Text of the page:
They cried the tears, they shed the fears,
Up and down the land,
They stole guitars or used guitars
– so the tape would understand,
Without even the slightest hope of a 1000 sales
Just as if, as if there was, a hitsville in u.k.,
I know the boy was all alone, til the hitsville hit u.k.
They say true talent will allways emerge in time,
When lightening hits small wonder –
Its fast rough factory trade,
No expense accounts, or lunch discounts
Or hypeing up the charts,
The band went in, n knocked em dead, in 2 min. 59
– no slimy deals, with smarmy eels – in hitsville u.k.
Lets shaken say, well operate – in hitsville u.k.
The mutants, creeps and musclemen,
Are shaking like a leaf,
It blows a hole in the radio,
When it hasnt sounded good all week,
A mic andÂ boom, in your living room – in hitsville u.k.
No consumer trials, or a.o.r., in hitsville u.k.,
Now the boys and girls are not alone,
Now the hitsvilles hit u.k.
But in the era of mashups, where does the value of entertainment-based intellectual property really lie?
For the longest time, the true economic value has not really been fully vested or returned to the creator. Let’s look at Hollywood briefly. How many movies show a loss for accounting purposes, yet the industry continues to thrive?
Quite simply, money changes hands, and not-quite-so-simply, there are sources and sinks for that money. They are not necessarily the same places, and they are not necessarily all that related to the creator (or ostensible “owner”) of the content.
In fact, the finance, distribution, and exhibition arms add value and maybe even create value for content. More on this topic as we go along.
In the mean time, I would love to hear about your technology companies that are facing issues of managing and maximizing the value of content. What assumptions do you have – that the content is completed by the creator never to be used or changed, or perhaps that it is incomplete and possibly even designed to be incopoprated into something bigger for everyone’s economic gain?
A digital entertatinment based operating sytem, designed to control an entire theater complex, was annouced yesterday by Kodak Digital Cinema and National CineMedia LLC, a partnership of the three top U.S. movie theater chains.
Designed to control the cinema visitor’s experience while in the theater, the question occurs to me: will there be open APIs that filmmakers can take advantage of as part of the creative aspect of filmmaking?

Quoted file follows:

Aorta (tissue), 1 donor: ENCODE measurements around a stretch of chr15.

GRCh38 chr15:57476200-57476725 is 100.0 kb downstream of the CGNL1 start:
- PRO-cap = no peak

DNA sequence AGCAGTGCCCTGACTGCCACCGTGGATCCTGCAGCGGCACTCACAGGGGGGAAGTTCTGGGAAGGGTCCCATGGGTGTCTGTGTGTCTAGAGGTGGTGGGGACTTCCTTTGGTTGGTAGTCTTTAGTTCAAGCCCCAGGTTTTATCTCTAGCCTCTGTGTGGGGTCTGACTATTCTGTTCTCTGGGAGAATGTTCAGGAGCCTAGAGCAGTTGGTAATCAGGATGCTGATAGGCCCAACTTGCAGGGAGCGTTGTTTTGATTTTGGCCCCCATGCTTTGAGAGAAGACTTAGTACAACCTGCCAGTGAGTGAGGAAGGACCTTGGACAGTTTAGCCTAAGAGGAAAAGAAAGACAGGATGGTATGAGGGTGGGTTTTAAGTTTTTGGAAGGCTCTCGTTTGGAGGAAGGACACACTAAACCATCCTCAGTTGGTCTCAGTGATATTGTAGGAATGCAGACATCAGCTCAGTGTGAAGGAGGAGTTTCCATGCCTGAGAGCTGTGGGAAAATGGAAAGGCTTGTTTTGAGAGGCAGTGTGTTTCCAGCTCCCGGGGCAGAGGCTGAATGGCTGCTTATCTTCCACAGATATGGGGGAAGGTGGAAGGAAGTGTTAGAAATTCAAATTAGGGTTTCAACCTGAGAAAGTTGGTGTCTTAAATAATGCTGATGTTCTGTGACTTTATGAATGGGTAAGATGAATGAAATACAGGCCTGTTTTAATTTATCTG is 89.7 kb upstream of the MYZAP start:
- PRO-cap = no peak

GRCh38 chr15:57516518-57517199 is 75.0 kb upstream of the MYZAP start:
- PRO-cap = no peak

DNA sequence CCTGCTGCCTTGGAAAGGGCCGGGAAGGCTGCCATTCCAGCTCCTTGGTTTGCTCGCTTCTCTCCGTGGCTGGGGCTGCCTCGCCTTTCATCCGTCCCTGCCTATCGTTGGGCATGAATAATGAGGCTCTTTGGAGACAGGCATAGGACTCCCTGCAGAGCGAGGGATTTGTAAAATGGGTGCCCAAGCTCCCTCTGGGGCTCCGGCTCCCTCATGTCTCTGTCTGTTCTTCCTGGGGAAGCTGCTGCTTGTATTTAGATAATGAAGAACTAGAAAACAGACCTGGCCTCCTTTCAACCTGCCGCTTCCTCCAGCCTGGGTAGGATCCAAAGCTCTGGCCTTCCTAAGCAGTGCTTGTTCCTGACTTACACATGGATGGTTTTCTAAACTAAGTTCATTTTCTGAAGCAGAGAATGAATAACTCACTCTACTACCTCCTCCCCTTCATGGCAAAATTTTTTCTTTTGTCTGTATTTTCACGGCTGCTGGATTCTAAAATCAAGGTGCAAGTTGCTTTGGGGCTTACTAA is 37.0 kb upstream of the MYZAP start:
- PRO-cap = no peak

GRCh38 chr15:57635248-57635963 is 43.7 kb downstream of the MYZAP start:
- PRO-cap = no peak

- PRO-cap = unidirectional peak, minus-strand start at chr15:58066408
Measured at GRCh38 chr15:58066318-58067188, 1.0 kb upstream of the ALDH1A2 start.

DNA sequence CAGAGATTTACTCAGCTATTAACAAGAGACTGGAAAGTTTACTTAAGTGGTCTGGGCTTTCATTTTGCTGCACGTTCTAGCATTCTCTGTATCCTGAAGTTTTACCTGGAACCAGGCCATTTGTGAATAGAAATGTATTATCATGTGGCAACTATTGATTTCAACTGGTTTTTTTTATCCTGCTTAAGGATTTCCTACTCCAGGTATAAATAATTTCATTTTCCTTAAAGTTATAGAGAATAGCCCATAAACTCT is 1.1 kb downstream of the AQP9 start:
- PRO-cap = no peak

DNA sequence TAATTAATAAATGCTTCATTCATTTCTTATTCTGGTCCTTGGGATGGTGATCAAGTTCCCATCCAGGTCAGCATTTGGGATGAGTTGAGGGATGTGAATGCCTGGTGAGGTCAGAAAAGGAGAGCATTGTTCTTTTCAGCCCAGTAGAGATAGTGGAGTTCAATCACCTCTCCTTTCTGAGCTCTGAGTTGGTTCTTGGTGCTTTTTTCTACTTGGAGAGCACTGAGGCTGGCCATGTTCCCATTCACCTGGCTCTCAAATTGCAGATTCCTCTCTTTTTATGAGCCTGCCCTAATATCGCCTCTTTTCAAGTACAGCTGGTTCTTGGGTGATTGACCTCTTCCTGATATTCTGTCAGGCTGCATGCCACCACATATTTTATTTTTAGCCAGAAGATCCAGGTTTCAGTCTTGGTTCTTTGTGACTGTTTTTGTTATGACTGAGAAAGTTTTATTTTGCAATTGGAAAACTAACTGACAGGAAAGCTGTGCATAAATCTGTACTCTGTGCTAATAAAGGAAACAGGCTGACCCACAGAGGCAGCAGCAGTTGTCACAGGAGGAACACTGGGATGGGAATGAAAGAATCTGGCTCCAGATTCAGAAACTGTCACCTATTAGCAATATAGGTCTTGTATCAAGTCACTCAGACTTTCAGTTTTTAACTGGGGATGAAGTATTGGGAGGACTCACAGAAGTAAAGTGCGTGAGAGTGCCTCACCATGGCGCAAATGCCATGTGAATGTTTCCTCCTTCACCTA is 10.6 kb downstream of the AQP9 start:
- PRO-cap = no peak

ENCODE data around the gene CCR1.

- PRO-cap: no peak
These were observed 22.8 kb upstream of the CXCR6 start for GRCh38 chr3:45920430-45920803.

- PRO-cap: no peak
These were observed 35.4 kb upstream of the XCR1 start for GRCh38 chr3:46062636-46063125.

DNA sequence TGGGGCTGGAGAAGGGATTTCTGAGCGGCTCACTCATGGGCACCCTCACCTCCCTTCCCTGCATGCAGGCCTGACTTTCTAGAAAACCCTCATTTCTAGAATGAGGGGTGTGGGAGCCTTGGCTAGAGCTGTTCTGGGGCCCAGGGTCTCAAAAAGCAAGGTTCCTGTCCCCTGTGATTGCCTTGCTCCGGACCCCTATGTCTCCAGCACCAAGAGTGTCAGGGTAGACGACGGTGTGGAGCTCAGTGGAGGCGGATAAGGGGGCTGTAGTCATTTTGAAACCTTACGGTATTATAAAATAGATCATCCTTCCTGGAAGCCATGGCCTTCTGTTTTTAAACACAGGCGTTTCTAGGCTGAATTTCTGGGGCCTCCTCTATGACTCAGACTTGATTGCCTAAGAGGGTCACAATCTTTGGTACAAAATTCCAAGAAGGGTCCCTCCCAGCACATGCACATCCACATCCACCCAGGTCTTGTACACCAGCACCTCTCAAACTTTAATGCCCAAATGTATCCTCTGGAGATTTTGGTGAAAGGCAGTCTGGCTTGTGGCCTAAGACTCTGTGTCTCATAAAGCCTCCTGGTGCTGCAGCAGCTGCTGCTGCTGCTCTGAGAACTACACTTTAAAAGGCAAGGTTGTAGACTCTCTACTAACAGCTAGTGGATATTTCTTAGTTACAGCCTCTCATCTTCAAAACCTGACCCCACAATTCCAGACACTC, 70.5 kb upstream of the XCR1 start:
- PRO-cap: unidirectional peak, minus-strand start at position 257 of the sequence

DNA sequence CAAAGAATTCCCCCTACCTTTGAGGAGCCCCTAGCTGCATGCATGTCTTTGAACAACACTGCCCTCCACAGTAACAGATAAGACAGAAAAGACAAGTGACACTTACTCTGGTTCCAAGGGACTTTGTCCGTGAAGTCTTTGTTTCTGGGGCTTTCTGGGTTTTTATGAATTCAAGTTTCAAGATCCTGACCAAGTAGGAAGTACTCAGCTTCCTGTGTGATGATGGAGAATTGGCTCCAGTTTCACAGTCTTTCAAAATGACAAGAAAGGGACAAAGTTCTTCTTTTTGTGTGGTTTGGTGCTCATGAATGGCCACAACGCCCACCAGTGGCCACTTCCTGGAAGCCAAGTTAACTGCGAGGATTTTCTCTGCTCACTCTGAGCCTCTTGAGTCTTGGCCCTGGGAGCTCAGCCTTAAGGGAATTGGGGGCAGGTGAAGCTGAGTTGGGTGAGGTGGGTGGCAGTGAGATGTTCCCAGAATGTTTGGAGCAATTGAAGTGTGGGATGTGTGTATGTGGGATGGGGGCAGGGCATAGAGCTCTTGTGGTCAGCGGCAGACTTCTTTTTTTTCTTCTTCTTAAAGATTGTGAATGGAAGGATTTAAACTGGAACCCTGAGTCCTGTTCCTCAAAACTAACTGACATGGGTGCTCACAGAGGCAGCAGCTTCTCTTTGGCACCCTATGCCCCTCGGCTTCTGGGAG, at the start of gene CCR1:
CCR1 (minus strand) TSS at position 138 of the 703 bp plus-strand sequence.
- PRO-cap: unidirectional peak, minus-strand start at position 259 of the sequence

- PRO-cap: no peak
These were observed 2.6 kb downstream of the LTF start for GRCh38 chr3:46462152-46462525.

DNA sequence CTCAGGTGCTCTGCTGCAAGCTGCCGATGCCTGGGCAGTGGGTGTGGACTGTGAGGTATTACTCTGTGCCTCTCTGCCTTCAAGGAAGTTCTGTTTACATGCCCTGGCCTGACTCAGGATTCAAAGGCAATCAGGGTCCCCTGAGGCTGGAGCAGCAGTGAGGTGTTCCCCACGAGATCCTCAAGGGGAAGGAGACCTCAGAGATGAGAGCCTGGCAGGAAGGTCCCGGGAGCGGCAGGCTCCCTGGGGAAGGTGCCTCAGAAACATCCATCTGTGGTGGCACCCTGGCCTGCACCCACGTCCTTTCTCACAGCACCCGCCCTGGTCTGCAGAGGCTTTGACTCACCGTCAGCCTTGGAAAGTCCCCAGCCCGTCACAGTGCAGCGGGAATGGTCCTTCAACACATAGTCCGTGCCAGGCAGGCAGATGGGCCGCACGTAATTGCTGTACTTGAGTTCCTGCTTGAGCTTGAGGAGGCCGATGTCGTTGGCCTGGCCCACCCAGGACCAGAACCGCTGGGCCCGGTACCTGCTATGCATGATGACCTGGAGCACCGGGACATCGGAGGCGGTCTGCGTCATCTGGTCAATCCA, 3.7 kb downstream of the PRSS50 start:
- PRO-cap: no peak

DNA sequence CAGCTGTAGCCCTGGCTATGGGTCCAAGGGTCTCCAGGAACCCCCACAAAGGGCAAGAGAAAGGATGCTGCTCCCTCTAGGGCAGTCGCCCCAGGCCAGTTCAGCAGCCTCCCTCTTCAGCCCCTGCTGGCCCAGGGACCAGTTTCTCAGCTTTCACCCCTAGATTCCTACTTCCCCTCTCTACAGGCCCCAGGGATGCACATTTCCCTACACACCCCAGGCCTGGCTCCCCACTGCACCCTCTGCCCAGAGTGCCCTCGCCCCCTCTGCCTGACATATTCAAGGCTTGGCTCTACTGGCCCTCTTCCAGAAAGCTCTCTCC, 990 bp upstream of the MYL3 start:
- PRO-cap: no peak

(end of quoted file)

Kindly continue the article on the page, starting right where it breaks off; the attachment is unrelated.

With film viewership in cinemas on the decline, there is not any doubt that any future of cinema relies on the experience of the vistors becoming something more then they can get with home theater sytems or other exhibition options for films.
So why not open up all of the features of the theater for the filmmakers to take advantage of? Special lighting effects, temeprature effects, and many other peripheral add-ons yet to be created or invented could enhance the cinema experience in some films.
Used judiciously, these effects need not be hokey like the “sensurround” effects of the early disaster film genres. I remember seeing “Lawrence of Arabia” on the glorious wide screen of the Senator Theateer in Baltimore many years ago. The vast and long desert scenes left me feeling the heat visually, but the 65 degree room temperature left me with a weird mixed up feeling phsyically.
How much more effective if the room temperature reflected the temperature of the scene? Well, it doesn’t need to be 120, but if the room varied with the night and day scenes betwen even 65 and 80, it would add to the experience of the film.
Now it could all be possible with a simple call to the theater’s operating system.
Depends on if the entire film production, distribution, and exhibition channel is willing to accept the new reality that they are in partnership with their customers instead of fighting them and expecting them to accept whatever is delivered.
More on this as the blog develops, full press release on the new system follows….
Exhibition is one of the keystones of any Entertainment Ecosystem.
By “Exhibition” I mean the place of actual consumption of the entertainment itself. Usually we think of places like cinemas as exhibition halls, but in the context of DigimediaFinance, we have a more general view: Exhibition takes place at the mp3 player, at the set top box, at the TV, at the game console, at the browser, at the phone, sometimes at an ad-hoc combination of some of the above.
Today we have the report of a cinema saved from closing. Such closings are a familiar story in t the US, but today’s example comes from Malaysia’s capital city of Kuala Lumpur. Surely with so many other entertainment options, this cinema is struggling to attract customers and revenues.
DigimediaFinance.com is interested in hearing from companies that see an opportunity to remake the distribution channel for certain types of entertainment, to use the world’s cinemas in a new way to re-invigorate them. Contact us via savethecinemas (at) digimediafinance.com with info on your digital entertainment company for possible profile on this blog.
For the past 100 years or so there has been a rough equilibrium in business models as the content creation style attributed to Hollywood and the distribution styles related to broadcasting (film, tv, radio, music) have been fairly stable. New technologies have arrived during that time period, to be sure, but essentially have been extensions or refinements of either the content creation model or distribution models of yore.